The choice of a software system mainly comes down to the purpose of an application. Here are the main types of solutions to choose from:

  • CMS – it is typically used for websites like news and blogs where a user needs to create, modify, and manage a lot of content. 
  • CRMs – it is a popular choice among websites tailored at eCommerce or customer support services. CRMs help collect customer’s data such as names, emails, phone numbers, and so on, allowing businesses to use this information for further interactions. 
  • ERP – in case you’re looking to build a website for an organization that would allow you to register employee’s data, track hours of work, wages, and integrate all day-to-day business processes in one place, you may opt for an ERP.

Besides these three, we should also mention page (or website) builders, another popular alternative used for building web applications. Page builders allow you to build simple solutions without programming skills. These can be CMSs or website builders like WIX and Squarespace, featuring a drag-and-drop interface and pre-designed templates with customization options. 

With ready-made templates, building a dynamic web application hardly takes longer than a few hours. Once the app is ready, the only choice left to make is the choice of a hosting provider. In general, companies have three options:

  • On-premise servers – this involves hosting an app on servers located within the organization’s premises. Most often, on-premise servers are used by large enterprises that have no budget constraints and can invest in infrastructure and maintenance of on-premise hosting. 
  • Cloud-based servers – scalability, flexibility, and cost-effectiveness are the main advantages of cloud-based hosting, making it a preferred choice among small and mid-sized organizations. The beauty of cloud-based servers is that they allow you to easily scale resources up or down based on demand and pay only for what you actually use. As a downside, their security isn’t as robust as on-premise servers in some cases.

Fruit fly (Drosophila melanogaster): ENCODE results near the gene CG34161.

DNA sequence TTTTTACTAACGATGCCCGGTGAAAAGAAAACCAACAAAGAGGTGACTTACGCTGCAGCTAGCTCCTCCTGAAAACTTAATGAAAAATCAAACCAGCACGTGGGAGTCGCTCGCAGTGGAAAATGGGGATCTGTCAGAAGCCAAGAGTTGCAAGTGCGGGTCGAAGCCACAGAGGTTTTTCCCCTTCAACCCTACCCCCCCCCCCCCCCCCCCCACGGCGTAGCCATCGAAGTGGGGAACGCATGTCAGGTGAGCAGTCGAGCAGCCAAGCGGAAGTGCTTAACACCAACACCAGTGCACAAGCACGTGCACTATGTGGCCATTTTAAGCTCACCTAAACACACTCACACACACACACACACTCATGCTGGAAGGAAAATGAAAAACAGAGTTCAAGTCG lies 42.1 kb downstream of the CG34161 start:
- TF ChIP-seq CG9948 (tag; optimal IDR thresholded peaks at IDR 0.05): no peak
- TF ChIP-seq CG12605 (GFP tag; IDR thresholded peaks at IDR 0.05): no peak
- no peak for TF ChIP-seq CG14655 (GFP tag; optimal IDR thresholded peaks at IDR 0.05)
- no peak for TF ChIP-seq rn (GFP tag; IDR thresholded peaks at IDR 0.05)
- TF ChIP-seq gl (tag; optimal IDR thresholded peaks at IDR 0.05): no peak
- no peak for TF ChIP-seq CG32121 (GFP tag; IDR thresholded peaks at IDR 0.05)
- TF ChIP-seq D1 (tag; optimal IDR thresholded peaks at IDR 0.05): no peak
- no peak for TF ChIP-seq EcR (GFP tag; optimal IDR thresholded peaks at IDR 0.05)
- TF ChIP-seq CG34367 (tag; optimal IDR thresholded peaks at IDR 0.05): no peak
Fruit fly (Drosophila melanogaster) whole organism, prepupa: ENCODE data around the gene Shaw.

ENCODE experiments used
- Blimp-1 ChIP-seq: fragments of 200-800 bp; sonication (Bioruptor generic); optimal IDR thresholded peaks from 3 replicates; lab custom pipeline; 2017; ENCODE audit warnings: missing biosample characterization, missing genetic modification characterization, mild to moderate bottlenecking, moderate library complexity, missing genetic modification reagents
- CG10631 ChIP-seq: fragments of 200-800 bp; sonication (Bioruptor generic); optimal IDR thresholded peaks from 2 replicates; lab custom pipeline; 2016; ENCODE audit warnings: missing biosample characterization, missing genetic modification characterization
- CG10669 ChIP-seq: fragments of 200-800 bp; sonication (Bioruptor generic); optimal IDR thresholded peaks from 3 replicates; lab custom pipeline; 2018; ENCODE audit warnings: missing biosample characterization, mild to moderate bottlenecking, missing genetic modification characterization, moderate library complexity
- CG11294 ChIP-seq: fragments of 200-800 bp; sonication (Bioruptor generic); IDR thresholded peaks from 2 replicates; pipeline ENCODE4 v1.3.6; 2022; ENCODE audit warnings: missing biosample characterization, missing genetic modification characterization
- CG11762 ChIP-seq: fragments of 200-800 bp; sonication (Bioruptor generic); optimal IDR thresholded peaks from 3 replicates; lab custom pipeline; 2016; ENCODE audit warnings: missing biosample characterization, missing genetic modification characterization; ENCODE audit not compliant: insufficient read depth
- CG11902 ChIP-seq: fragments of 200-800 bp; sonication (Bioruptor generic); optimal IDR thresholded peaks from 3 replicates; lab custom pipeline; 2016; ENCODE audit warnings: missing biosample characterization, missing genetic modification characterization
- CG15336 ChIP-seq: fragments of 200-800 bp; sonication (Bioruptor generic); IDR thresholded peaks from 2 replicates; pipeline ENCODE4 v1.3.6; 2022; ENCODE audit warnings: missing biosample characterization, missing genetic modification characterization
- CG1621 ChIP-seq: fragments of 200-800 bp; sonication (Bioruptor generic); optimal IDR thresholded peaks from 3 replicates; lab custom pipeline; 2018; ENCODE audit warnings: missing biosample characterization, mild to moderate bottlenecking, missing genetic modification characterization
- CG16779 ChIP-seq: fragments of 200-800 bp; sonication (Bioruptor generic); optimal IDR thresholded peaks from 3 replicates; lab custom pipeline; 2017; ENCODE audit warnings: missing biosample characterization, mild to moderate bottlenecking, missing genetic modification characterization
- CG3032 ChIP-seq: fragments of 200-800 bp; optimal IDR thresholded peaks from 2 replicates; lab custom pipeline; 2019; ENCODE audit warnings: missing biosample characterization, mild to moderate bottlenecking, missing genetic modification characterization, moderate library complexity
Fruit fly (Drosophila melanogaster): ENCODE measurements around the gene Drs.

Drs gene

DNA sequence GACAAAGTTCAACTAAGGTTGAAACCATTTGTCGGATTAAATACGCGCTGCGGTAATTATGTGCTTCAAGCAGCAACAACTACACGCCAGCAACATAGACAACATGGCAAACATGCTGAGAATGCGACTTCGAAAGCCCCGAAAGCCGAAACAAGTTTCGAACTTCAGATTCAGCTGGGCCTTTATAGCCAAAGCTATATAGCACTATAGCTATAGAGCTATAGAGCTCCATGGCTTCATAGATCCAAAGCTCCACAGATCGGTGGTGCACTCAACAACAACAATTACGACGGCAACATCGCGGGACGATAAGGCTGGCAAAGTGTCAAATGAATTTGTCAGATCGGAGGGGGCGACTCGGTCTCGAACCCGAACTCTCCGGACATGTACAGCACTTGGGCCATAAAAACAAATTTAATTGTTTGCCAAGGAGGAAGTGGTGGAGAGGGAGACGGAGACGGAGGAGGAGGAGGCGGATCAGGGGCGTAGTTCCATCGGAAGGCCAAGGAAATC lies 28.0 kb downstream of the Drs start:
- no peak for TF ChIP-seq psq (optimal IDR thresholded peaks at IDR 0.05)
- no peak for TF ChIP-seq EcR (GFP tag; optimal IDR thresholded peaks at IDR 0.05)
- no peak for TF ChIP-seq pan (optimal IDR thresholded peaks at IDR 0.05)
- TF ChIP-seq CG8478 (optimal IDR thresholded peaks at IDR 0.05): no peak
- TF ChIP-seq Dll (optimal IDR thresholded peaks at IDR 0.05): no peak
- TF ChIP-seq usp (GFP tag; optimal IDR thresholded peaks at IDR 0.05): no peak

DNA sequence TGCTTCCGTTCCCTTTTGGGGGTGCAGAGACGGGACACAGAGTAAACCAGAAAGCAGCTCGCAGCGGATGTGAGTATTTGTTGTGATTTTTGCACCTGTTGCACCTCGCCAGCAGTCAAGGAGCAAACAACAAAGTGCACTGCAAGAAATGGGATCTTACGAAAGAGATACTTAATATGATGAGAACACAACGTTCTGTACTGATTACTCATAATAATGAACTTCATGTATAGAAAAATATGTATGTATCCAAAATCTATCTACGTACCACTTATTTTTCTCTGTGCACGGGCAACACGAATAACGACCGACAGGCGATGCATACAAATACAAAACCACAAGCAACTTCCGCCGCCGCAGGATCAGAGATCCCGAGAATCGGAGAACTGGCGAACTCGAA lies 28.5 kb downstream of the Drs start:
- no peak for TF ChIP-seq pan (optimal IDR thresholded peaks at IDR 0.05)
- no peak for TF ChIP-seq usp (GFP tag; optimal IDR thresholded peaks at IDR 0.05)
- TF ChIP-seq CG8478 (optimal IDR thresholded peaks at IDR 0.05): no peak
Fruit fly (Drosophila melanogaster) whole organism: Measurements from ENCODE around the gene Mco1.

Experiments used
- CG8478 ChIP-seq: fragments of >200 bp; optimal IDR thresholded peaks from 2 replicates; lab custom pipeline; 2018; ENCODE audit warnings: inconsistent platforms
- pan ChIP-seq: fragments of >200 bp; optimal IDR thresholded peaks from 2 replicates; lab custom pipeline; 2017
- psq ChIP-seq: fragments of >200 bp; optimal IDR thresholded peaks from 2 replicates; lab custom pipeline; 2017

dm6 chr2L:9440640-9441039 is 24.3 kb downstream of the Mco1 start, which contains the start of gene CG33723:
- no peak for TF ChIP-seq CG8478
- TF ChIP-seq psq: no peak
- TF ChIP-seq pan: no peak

• Dedicated server in a data center – businesses requiring greater control and optimization usually purchase or lease physical servers in third-party data centers. This option is safer than shared hosting, but it’s also more expensive and requires expertise in server maintenance and management.  

Most website builders already include site hosting as part of their service offerings. For example, both WIX and Squarespace are cloud-based page builders that provide integrated hosting solutions for the websites built on their platforms. This makes the process of web app development much easier, as there’s no need to choose a separate hosting provider and manage server configurations. 

However, ready solutions, no matter how helpful they are, don’t offer a one-size-fits-all approach. While they allow some room for customization, they may still be rather restrictive in terms of customization options and scalability compared to building a custom web application from scratch. Moreover, with website builders, not all features can be brought to life. Therefore, about 10% of businesses still opt for custom development to implement unique features, advanced integrations, and complex functionalities to stand out from the crowd.